Iowa requires schools to assess all children for reading in kindergarten through third grade using an approved reading assessment. This is called universal screening. It allows schools to identify students at risk for reading concerns so that schools can provide early intervention. In most cases, universal screening will identify students with dyslexia/characteristics of dyslexia who need intervention as well. See Early Literacy Implementation (ELI) for more information.
Parents may contact their local school if they have questions about their child’s screening results. See School/Area Education Agency Supports for Parents.
Recommended supplemental intervention
Some but not all students identified as at risk following universal screening need supplemental/intensive intervention. At risk means not meeting the grade-level benchmark for one of the two most recent screening assessments. A student can be at risk for a variety of reasons. For example, some students may be at risk because they haven’t had instruction yet while others might be at risk because they are having difficulty learning.
When a student is identified as being at risk following screening, schools should collaborate with families to:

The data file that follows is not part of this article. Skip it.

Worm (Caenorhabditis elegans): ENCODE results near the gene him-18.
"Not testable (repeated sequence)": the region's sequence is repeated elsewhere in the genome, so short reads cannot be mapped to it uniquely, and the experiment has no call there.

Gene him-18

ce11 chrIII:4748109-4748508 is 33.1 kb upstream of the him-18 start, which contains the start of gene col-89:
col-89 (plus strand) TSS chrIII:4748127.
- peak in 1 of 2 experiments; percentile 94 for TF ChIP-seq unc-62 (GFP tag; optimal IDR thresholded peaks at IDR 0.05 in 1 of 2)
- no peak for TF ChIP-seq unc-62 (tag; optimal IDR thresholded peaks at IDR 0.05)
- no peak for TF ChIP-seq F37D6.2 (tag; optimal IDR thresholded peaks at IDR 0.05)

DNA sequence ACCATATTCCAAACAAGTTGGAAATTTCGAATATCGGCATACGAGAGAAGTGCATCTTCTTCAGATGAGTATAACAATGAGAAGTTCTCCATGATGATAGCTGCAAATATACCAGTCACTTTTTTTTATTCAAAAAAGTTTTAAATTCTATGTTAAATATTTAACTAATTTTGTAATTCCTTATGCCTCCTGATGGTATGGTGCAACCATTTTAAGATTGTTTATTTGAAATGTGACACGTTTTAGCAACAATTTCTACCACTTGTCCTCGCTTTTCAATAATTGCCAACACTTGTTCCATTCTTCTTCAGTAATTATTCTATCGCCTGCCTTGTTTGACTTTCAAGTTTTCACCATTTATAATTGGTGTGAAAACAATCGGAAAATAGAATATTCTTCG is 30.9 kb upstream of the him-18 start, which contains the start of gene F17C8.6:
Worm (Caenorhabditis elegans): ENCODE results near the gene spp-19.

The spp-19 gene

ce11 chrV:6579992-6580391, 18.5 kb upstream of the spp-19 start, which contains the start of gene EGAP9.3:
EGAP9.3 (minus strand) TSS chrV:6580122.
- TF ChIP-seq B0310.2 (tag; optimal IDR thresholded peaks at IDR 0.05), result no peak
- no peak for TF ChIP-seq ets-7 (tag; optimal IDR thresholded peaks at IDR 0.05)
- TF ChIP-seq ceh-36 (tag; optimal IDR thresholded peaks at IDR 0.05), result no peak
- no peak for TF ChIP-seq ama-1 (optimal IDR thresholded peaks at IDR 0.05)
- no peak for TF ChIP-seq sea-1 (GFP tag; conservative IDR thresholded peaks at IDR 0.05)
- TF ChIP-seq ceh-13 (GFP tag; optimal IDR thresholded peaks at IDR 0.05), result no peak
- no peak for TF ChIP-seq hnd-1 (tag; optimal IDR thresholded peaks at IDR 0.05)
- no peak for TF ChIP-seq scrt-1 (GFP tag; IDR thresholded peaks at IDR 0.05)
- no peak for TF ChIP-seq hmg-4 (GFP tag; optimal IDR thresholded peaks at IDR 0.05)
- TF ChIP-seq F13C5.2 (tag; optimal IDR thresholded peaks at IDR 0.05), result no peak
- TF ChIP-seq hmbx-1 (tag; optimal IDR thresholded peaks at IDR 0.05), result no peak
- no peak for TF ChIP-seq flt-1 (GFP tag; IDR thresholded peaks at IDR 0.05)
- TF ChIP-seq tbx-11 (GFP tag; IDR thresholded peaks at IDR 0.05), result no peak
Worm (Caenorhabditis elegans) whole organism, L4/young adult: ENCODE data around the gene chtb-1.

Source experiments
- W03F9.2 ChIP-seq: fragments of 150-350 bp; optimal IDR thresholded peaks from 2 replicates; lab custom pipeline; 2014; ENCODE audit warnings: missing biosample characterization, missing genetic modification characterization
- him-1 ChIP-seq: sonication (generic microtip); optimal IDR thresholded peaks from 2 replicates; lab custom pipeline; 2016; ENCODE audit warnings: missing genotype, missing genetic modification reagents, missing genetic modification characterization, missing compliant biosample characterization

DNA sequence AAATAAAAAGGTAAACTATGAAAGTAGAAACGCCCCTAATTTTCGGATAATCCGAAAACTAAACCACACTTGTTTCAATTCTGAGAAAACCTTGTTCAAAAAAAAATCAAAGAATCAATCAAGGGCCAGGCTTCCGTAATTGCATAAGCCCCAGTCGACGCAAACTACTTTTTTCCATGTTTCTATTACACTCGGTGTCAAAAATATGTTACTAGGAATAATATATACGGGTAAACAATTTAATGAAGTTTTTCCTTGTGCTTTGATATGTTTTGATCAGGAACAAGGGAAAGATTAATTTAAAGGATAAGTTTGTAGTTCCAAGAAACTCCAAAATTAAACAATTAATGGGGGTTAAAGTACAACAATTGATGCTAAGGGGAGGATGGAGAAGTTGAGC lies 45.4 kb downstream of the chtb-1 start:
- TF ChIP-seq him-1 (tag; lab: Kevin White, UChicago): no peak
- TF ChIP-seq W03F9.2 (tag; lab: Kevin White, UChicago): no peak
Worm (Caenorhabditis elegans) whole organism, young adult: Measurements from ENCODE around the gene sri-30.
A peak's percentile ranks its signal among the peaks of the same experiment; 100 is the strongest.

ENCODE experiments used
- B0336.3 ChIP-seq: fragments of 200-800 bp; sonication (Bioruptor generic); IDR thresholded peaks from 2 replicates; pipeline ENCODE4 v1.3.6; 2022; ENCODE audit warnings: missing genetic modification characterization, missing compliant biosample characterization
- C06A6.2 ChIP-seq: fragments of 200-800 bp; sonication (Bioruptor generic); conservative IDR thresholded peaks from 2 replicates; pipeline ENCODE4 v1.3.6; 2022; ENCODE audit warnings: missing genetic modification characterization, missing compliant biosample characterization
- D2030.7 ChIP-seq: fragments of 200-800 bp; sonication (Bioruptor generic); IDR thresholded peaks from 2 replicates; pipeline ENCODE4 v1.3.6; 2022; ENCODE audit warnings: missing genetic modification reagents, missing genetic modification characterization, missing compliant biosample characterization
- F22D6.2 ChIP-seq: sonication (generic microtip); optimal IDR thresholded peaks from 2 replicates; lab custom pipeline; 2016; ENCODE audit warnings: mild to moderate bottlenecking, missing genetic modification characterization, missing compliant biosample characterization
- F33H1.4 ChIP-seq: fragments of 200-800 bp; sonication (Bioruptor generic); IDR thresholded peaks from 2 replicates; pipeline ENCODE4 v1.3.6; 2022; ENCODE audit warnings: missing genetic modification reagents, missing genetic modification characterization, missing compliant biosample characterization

- Analyze screening and progress monitoring data,
- Determine if there are other factors suggesting a learning concern (i.e., history of concerns in language and literacy development, history of concerns in school performance, dyslexia/characteristics of dyslexia, and/or familial history of dyslexia and/or reading concerns), and
- Decide if supplemental/intensive intervention is needed.
When intervention is needed, schools should provide additional informal diagnostic assessment of reading skills. For example, tests of phonemic awareness, phonics and fluency help schools make a good match between a student’s needs and intervention. Diagnostic assessment should be followed by sufficiently intensive explicit and systematic reading interventions. Interventions may be implemented as part of a Multi-tiered System of Supports (MTSS) and/or the school’s required supplemental intervention system. Schools may engage in supplemental interventions for at-risk learners on a voluntary basis (IAC 281-62.6(6); IAC 281-41.312).
In addition to intervention, sometimes a student may need an evaluation for special education. Some situations suggesting a need for a special education evaluation include:
- if supplemental interventions at home and/or at school are intensive and ongoing,
- if the student has a diagnosis, such as dyslexia, and is having difficulty at school, or
- if a student’s performance is particularly different from grade-level expectations and peers.
In these cases, schools are required to work with families to consider an evaluation for special education. Interventions, in this case, may occur at the same time as an evaluation.
Parents should contact their local school if they have questions about their child’s screening results or the need for supplemental intervention. Families and schools should seek supports from their local AEA to determine if a student needs special education.
Additional guidance and resources specific to students with dyslexia/characteristics of dyslexia is a Department and Dyslexia Board priority and will be developed as part of Priority 2 noted above.
Required intensive instruction